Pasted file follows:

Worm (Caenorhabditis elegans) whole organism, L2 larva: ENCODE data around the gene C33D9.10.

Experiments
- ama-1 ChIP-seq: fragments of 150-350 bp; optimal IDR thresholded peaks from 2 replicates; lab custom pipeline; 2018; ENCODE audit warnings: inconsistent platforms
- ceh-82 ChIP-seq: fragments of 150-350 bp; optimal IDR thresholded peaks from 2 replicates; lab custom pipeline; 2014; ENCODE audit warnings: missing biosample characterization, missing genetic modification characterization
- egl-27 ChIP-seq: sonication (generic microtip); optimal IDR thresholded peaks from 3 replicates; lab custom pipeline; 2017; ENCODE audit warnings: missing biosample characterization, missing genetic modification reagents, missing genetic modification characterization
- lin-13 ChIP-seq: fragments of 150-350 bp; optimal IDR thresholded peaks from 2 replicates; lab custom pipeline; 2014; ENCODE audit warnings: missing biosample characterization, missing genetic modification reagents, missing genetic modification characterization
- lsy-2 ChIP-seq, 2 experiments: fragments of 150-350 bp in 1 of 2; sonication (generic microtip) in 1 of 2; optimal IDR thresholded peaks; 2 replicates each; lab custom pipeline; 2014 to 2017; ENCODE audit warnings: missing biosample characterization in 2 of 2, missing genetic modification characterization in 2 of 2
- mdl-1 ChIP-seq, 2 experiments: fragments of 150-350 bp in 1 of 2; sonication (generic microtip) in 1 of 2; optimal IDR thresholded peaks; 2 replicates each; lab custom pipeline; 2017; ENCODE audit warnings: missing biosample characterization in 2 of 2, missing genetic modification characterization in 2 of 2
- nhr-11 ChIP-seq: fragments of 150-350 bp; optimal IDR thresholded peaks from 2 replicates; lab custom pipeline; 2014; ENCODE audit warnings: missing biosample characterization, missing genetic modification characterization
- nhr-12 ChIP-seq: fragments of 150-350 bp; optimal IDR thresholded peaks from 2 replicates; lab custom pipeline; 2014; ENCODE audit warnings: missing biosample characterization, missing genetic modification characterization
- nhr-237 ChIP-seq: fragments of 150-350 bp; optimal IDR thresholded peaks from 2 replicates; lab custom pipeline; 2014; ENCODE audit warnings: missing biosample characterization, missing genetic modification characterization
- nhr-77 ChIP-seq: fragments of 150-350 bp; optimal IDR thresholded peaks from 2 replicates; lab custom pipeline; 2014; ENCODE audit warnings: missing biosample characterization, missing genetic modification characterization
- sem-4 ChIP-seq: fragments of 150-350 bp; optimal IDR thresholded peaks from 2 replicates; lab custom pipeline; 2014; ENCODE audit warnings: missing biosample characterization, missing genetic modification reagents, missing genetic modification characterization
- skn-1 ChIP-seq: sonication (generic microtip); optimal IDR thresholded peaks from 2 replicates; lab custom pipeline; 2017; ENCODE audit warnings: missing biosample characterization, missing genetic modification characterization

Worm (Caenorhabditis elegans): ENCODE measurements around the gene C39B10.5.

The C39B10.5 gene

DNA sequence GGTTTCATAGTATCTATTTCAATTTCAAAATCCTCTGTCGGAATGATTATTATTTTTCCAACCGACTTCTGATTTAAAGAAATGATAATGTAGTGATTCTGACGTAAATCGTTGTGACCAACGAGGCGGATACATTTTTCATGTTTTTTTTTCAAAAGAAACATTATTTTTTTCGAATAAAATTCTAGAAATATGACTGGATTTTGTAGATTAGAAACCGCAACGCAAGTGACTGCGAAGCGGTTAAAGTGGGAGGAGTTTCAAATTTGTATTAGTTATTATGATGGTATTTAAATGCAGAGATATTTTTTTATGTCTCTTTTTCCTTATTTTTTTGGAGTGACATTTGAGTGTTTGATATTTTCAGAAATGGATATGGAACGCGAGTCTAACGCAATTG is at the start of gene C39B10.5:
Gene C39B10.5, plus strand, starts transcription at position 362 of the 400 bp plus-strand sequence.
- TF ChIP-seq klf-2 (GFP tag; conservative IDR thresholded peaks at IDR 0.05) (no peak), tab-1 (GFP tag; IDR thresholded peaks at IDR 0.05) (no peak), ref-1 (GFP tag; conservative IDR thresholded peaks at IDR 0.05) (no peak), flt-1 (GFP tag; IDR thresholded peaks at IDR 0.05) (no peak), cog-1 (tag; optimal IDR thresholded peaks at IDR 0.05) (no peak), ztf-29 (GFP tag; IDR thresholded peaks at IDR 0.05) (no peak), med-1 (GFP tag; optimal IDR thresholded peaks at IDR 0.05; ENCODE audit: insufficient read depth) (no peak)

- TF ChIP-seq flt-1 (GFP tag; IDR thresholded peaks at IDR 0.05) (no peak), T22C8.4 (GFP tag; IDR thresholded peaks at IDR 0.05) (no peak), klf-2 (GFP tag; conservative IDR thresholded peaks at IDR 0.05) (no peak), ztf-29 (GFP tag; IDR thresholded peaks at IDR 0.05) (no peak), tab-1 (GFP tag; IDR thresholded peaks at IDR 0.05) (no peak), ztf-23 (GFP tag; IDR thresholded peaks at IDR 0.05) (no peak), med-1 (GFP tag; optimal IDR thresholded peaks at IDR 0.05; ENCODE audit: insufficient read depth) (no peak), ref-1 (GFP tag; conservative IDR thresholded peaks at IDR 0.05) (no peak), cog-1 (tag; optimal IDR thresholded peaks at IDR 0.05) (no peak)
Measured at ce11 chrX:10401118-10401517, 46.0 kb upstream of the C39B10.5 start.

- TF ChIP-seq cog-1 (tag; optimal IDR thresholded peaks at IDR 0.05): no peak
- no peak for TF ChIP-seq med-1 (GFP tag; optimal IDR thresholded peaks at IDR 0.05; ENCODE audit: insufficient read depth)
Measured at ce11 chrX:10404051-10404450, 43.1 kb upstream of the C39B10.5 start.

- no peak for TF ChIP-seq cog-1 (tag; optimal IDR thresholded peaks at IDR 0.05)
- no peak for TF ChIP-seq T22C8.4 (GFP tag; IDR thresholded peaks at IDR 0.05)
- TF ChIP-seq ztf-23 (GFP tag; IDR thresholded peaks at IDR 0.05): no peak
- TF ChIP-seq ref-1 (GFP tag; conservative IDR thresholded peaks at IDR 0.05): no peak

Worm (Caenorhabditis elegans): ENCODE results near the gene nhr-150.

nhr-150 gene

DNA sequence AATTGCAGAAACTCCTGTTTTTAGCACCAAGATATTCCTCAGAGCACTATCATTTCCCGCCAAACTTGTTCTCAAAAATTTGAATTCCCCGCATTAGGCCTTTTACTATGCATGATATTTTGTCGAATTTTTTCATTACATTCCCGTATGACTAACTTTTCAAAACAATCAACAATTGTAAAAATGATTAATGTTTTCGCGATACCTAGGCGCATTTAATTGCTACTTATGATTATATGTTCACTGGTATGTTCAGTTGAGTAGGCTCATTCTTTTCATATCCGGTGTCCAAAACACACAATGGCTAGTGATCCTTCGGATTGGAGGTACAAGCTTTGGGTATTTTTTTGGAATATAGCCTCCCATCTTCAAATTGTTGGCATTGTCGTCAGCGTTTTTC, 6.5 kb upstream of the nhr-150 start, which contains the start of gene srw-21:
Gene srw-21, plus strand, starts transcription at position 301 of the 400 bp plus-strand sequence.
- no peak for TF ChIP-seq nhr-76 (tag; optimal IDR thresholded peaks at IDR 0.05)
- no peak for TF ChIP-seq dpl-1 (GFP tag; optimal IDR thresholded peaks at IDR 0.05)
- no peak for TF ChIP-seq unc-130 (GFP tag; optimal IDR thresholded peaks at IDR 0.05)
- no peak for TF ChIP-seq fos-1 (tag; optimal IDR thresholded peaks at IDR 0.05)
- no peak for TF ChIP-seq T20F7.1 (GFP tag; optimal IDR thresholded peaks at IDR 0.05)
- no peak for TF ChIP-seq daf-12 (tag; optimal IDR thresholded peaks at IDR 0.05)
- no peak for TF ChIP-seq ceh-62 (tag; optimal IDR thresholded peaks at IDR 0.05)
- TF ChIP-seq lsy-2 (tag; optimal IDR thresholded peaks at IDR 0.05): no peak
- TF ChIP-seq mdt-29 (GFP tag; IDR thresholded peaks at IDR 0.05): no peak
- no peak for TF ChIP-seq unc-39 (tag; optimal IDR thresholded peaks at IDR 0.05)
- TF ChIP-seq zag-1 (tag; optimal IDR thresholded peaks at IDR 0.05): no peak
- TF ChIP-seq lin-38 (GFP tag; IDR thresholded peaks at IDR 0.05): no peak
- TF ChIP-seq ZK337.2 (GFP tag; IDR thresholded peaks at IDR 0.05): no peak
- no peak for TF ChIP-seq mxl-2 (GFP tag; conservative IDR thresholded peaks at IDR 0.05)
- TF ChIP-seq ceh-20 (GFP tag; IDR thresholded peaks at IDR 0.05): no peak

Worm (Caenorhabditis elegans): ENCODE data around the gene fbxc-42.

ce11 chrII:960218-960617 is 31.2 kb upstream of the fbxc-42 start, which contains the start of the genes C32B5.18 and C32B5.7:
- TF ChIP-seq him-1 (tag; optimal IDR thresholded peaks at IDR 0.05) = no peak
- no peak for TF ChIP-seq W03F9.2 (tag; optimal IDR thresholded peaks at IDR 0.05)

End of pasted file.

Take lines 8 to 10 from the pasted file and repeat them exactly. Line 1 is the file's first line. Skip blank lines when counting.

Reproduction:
- mdl-1 ChIP-seq, 2 experiments: fragments of 150-350 bp in 1 of 2; sonication (generic microtip) in 1 of 2; optimal IDR thresholded peaks; 2 replicates each; lab custom pipeline; 2017; ENCODE audit warnings: missing biosample characterization in 2 of 2, missing genetic modification characterization in 2 of 2
- nhr-11 ChIP-seq: fragments of 150-350 bp; optimal IDR thresholded peaks from 2 replicates; lab custom pipeline; 2014; ENCODE audit warnings: missing biosample characterization, missing genetic modification characterization
- nhr-12 ChIP-seq: fragments of 150-350 bp; optimal IDR thresholded peaks from 2 replicates; lab custom pipeline; 2014; ENCODE audit warnings: missing biosample characterization, missing genetic modification characterization